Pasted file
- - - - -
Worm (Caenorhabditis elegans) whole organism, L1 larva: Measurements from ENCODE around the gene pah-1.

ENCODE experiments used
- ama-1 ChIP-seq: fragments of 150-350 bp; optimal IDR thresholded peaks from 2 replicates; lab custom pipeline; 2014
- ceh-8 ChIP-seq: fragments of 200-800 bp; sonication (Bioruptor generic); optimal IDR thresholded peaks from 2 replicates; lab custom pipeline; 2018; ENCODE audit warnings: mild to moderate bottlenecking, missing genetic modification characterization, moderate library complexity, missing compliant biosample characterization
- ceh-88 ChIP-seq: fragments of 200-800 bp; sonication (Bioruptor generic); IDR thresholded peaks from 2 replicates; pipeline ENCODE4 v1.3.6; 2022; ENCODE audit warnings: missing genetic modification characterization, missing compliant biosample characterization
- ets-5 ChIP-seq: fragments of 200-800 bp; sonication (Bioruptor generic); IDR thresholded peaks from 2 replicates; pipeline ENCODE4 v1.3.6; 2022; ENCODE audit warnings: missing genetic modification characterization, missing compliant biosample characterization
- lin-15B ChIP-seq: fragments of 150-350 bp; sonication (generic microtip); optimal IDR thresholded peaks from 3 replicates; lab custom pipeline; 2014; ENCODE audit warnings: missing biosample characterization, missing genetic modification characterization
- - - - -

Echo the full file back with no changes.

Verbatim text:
Worm (Caenorhabditis elegans) whole organism, L1 larva: Measurements from ENCODE around the gene pah-1.

ENCODE experiments used
- ama-1 ChIP-seq: fragments of 150-350 bp; optimal IDR thresholded peaks from 2 replicates; lab custom pipeline; 2014
- ceh-8 ChIP-seq: fragments of 200-800 bp; sonication (Bioruptor generic); optimal IDR thresholded peaks from 2 replicates; lab custom pipeline; 2018; ENCODE audit warnings: mild to moderate bottlenecking, missing genetic modification characterization, moderate library complexity, missing compliant biosample characterization
- ceh-88 ChIP-seq: fragments of 200-800 bp; sonication (Bioruptor generic); IDR thresholded peaks from 2 replicates; pipeline ENCODE4 v1.3.6; 2022; ENCODE audit warnings: missing genetic modification characterization, missing compliant biosample characterization
- ets-5 ChIP-seq: fragments of 200-800 bp; sonication (Bioruptor generic); IDR thresholded peaks from 2 replicates; pipeline ENCODE4 v1.3.6; 2022; ENCODE audit warnings: missing genetic modification characterization, missing compliant biosample characterization
- lin-15B ChIP-seq: fragments of 150-350 bp; sonication (generic microtip); optimal IDR thresholded peaks from 3 replicates; lab custom pipeline; 2014; ENCODE audit warnings: missing biosample characterization, missing genetic modification characterization